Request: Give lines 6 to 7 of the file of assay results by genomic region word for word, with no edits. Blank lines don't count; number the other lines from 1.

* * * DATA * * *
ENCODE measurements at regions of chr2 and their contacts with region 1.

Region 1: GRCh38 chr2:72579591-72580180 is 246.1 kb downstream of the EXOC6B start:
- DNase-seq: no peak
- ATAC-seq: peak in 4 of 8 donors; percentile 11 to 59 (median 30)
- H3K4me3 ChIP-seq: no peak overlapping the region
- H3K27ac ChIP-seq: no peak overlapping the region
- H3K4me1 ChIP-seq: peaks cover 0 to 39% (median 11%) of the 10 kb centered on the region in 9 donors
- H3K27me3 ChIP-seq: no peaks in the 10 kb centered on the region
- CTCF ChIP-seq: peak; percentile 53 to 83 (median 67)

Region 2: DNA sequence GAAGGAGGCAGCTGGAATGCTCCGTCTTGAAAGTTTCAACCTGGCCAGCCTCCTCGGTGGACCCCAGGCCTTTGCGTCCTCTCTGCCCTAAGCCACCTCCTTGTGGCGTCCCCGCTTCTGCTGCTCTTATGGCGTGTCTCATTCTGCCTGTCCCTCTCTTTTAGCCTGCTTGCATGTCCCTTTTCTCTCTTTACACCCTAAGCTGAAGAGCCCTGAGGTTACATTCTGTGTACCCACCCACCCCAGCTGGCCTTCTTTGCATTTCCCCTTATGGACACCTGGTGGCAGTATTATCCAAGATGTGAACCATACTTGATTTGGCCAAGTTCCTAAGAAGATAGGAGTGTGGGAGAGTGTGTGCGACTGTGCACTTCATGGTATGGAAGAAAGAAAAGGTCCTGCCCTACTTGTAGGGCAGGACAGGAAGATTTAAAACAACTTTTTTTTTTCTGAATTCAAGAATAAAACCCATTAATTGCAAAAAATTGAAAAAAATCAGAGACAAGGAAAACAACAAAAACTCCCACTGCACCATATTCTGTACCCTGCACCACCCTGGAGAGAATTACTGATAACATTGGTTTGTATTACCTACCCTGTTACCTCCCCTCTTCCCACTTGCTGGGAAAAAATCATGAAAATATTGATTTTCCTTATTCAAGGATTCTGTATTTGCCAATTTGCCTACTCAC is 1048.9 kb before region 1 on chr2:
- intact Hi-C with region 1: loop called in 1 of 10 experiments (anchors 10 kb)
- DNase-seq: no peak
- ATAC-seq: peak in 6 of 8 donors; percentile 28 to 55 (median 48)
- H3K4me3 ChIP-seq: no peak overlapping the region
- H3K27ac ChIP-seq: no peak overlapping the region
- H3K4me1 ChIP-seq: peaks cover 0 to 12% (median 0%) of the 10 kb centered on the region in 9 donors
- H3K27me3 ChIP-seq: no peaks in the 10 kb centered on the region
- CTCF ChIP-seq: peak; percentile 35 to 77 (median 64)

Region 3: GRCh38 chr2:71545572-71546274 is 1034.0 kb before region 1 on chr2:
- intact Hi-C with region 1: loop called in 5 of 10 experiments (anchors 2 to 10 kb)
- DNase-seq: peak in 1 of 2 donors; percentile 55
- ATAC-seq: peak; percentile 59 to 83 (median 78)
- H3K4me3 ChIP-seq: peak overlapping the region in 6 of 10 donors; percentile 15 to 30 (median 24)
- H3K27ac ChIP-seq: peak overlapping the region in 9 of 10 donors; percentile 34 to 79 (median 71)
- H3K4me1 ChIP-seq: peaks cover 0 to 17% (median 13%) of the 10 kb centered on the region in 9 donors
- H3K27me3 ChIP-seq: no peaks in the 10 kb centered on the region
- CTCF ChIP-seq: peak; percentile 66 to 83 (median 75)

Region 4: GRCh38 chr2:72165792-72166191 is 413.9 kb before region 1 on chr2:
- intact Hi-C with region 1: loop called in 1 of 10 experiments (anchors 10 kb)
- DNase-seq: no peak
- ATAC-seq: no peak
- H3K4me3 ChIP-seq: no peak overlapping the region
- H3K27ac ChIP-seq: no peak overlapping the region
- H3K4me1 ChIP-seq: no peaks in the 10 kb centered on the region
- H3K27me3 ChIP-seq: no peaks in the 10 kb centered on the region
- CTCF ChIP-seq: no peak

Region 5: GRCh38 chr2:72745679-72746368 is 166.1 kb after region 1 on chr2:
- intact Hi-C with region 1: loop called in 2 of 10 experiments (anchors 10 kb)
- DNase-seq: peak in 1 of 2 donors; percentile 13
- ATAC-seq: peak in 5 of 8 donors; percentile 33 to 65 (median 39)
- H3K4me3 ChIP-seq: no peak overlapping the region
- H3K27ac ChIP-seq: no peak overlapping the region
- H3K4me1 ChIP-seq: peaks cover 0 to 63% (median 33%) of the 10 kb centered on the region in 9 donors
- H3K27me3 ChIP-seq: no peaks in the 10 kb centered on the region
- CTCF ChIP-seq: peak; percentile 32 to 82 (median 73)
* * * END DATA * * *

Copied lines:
- H3K27ac ChIP-seq: no peak overlapping the region
- H3K4me1 ChIP-seq: peaks cover 0 to 39% (median 11%) of the 10 kb centered on the region in 9 donors